Members of Southern Cherokee Tribe in Phelps County are proud of their culture and history. They describe their ancestors as courageous, honorable and loyal—traits they aspire to, as well.
They are also hungry.
The population of about 500 Southern Cherokee living in and
around Phelps County is so impoverished that social service agencies in the area reached out
to The Food Bank seeking assistance. The problem? Many members were reluctant to
accept help from outsiders.
That is where tribal leaders have stepped in. Chief Steve Matthews and his wife, Darla, have worked closely with The Food Bank to get food to fellow Tribe members.
Many have warmed up to the idea of accepting food at a Mobile Pantry, where Matthews and other Southern Cherokee leaders volunteer.
“Tribe members wouldn’t go otherwise,” Matthews said. “When people
they know are running it, they are more comfortable.”
The pantry is now serving nearly 100 families, about a quarter of which are members of the Tribe.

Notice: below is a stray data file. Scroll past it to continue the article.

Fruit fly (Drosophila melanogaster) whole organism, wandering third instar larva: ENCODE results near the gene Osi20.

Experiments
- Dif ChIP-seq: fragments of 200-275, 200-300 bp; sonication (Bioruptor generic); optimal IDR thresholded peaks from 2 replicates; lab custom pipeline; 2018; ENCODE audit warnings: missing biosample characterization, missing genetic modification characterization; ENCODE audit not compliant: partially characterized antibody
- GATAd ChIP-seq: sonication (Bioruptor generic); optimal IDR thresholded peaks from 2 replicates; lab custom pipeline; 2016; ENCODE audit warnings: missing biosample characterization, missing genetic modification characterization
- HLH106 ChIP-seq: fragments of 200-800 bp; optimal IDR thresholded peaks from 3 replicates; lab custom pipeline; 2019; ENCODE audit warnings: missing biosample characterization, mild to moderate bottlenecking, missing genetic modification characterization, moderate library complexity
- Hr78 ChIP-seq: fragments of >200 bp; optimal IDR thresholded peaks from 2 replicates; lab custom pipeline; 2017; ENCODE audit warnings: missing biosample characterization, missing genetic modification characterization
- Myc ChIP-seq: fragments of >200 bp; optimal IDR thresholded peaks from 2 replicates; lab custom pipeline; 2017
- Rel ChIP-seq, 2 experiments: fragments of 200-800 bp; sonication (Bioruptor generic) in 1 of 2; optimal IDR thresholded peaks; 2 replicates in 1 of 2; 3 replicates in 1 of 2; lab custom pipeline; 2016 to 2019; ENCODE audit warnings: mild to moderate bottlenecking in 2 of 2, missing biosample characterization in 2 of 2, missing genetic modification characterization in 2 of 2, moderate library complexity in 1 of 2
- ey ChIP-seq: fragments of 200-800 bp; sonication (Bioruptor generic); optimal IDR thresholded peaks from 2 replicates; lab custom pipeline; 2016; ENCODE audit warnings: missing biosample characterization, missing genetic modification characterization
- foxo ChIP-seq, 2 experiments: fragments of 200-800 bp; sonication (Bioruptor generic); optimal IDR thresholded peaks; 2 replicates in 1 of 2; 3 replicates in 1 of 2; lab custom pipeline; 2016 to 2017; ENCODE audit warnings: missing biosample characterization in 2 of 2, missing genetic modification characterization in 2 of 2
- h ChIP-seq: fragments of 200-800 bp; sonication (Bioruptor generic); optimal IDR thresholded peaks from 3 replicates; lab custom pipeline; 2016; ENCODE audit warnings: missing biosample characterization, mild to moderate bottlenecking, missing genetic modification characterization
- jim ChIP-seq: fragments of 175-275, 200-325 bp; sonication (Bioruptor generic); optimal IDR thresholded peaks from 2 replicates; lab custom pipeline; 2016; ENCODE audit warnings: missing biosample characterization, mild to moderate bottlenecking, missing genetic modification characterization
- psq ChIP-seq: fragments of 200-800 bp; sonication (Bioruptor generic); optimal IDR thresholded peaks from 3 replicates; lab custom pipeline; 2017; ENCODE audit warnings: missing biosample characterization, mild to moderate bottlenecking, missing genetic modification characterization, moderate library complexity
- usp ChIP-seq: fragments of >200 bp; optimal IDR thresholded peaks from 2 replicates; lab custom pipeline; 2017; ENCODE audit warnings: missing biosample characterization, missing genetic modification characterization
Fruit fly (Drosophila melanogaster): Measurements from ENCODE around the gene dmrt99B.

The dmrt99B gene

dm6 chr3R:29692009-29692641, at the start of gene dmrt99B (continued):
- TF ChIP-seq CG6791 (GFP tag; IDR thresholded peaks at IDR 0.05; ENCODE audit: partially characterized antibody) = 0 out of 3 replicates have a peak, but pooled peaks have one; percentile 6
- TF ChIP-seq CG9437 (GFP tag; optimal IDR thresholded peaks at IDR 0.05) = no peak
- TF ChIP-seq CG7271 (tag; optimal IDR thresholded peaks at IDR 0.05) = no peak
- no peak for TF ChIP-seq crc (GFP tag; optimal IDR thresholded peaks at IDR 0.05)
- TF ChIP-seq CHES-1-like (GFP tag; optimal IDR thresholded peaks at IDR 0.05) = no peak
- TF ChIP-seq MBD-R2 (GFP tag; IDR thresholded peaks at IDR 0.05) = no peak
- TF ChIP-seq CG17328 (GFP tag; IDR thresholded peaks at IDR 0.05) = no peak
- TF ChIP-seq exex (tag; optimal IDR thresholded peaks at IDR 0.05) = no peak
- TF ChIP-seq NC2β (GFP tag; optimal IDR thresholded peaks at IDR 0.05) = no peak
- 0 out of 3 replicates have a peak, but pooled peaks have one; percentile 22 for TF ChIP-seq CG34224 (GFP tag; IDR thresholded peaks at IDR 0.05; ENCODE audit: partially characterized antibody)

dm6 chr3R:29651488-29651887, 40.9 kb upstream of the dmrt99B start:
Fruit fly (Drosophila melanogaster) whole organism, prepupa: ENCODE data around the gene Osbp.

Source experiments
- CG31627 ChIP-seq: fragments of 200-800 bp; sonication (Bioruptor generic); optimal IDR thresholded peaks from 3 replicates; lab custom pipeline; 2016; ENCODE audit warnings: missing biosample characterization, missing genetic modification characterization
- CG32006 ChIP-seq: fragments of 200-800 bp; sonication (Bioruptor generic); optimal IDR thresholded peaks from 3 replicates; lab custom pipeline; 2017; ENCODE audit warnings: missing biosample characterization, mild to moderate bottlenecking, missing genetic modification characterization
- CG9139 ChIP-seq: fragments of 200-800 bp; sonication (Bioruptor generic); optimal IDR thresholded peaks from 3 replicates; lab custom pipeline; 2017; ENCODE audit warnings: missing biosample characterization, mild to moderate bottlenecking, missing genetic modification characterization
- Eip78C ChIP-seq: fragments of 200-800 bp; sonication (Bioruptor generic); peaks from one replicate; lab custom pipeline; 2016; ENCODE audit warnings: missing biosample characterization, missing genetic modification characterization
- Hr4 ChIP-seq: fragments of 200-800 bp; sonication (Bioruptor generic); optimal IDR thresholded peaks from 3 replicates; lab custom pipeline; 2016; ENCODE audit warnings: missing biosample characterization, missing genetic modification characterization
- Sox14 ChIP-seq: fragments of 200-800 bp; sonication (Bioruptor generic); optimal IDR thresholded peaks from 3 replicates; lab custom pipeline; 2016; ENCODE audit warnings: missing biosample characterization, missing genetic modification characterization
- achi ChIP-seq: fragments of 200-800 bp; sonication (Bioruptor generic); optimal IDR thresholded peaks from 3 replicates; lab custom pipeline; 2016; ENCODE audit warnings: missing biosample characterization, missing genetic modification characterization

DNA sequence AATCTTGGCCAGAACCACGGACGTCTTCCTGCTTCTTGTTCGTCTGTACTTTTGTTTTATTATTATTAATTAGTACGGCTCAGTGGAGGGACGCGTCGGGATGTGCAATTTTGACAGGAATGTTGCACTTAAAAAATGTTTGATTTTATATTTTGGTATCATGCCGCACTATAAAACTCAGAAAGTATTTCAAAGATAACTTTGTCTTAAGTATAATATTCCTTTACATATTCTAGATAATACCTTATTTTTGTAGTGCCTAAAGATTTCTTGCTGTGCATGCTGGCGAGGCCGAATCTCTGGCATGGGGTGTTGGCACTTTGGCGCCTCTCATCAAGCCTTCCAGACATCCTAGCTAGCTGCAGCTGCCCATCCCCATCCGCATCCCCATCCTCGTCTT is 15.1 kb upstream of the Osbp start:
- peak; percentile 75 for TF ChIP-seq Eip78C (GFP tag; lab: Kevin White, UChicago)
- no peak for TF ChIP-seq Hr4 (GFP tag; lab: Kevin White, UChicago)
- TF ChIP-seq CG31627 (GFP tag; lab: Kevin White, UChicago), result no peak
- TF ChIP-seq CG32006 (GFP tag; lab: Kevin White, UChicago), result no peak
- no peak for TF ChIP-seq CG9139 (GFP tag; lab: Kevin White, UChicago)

“This really helps,” said Travis, a client and volunteer. “A million times, thank you to those who
donate and the generosity of those who help with this.”
Ancestors of the Southern Cherokee were among the first Federally Recognized Band of the
Cherokee Nation and the group that ultimately followed Major Ridge to
Oklahoma prior to the Trail of Tears.
The Tribe later sought refuge in Southern Missouri. The state was not welcoming, forcing many to live in isolation. The result has been limited access to education, nutrition-related health issues and generational poverty.
“We relied on hunting and fishing, and to a great extent, many of us still do,” Matthews said. “But the Mobile Pantry helps out a lot. Everybody loves it.”